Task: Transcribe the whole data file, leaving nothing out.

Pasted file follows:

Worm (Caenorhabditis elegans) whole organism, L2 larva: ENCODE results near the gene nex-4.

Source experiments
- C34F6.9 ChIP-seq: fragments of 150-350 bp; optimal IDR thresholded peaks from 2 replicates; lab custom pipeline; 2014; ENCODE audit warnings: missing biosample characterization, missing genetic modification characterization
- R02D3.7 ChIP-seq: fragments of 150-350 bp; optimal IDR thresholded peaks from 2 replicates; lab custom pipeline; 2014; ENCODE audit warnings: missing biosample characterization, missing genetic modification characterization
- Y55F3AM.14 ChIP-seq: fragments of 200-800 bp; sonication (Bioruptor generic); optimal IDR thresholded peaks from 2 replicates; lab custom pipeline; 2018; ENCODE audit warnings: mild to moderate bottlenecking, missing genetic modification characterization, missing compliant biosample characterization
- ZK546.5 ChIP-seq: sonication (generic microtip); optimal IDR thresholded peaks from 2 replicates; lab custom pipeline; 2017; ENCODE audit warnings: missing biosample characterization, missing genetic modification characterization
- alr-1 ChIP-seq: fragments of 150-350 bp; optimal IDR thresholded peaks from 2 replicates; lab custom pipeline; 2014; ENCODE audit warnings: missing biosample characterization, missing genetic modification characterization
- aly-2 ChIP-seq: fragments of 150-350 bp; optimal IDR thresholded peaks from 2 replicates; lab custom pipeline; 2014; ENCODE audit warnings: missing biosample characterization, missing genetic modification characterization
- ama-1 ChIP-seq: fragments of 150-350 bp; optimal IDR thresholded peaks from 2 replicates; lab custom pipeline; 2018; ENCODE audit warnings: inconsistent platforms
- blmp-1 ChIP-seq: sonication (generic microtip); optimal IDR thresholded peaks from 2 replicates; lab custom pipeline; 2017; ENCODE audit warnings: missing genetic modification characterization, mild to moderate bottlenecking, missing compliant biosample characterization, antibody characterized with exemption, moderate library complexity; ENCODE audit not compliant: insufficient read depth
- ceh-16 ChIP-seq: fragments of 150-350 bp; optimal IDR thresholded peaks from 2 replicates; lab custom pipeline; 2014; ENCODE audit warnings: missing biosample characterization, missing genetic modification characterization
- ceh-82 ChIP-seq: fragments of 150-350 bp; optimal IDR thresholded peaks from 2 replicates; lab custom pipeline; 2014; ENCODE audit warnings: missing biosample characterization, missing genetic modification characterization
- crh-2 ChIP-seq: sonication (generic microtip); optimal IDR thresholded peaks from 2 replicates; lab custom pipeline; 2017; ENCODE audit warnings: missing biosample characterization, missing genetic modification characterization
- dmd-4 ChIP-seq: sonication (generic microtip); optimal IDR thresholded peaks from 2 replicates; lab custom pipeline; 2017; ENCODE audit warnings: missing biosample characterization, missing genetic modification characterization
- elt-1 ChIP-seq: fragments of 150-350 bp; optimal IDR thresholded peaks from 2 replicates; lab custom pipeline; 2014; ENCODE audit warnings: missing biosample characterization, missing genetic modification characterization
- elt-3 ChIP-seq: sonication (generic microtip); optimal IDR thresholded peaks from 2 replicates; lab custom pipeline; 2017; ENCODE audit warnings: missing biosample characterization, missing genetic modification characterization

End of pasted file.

Worm (Caenorhabditis elegans) whole organism, L2 larva: ENCODE results near the gene nex-4.

Source experiments
- C34F6.9 ChIP-seq: fragments of 150-350 bp; optimal IDR thresholded peaks from 2 replicates; lab custom pipeline; 2014; ENCODE audit warnings: missing biosample characterization, missing genetic modification characterization
- R02D3.7 ChIP-seq: fragments of 150-350 bp; optimal IDR thresholded peaks from 2 replicates; lab custom pipeline; 2014; ENCODE audit warnings: missing biosample characterization, missing genetic modification characterization
- Y55F3AM.14 ChIP-seq: fragments of 200-800 bp; sonication (Bioruptor generic); optimal IDR thresholded peaks from 2 replicates; lab custom pipeline; 2018; ENCODE audit warnings: mild to moderate bottlenecking, missing genetic modification characterization, missing compliant biosample characterization
- ZK546.5 ChIP-seq: sonication (generic microtip); optimal IDR thresholded peaks from 2 replicates; lab custom pipeline; 2017; ENCODE audit warnings: missing biosample characterization, missing genetic modification characterization
- alr-1 ChIP-seq: fragments of 150-350 bp; optimal IDR thresholded peaks from 2 replicates; lab custom pipeline; 2014; ENCODE audit warnings: missing biosample characterization, missing genetic modification characterization
- aly-2 ChIP-seq: fragments of 150-350 bp; optimal IDR thresholded peaks from 2 replicates; lab custom pipeline; 2014; ENCODE audit warnings: missing biosample characterization, missing genetic modification characterization
- ama-1 ChIP-seq: fragments of 150-350 bp; optimal IDR thresholded peaks from 2 replicates; lab custom pipeline; 2018; ENCODE audit warnings: inconsistent platforms
- blmp-1 ChIP-seq: sonication (generic microtip); optimal IDR thresholded peaks from 2 replicates; lab custom pipeline; 2017; ENCODE audit warnings: missing genetic modification characterization, mild to moderate bottlenecking, missing compliant biosample characterization, antibody characterized with exemption, moderate library complexity; ENCODE audit not compliant: insufficient read depth
- ceh-16 ChIP-seq: fragments of 150-350 bp; optimal IDR thresholded peaks from 2 replicates; lab custom pipeline; 2014; ENCODE audit warnings: missing biosample characterization, missing genetic modification characterization
- ceh-82 ChIP-seq: fragments of 150-350 bp; optimal IDR thresholded peaks from 2 replicates; lab custom pipeline; 2014; ENCODE audit warnings: missing biosample characterization, missing genetic modification characterization
- crh-2 ChIP-seq: sonication (generic microtip); optimal IDR thresholded peaks from 2 replicates; lab custom pipeline; 2017; ENCODE audit warnings: missing biosample characterization, missing genetic modification characterization
- dmd-4 ChIP-seq: sonication (generic microtip); optimal IDR thresholded peaks from 2 replicates; lab custom pipeline; 2017; ENCODE audit warnings: missing biosample characterization, missing genetic modification characterization
- elt-1 ChIP-seq: fragments of 150-350 bp; optimal IDR thresholded peaks from 2 replicates; lab custom pipeline; 2014; ENCODE audit warnings: missing biosample characterization, missing genetic modification characterization
- elt-3 ChIP-seq: sonication (generic microtip); optimal IDR thresholded peaks from 2 replicates; lab custom pipeline; 2017; ENCODE audit warnings: missing biosample characterization, missing genetic modification characterization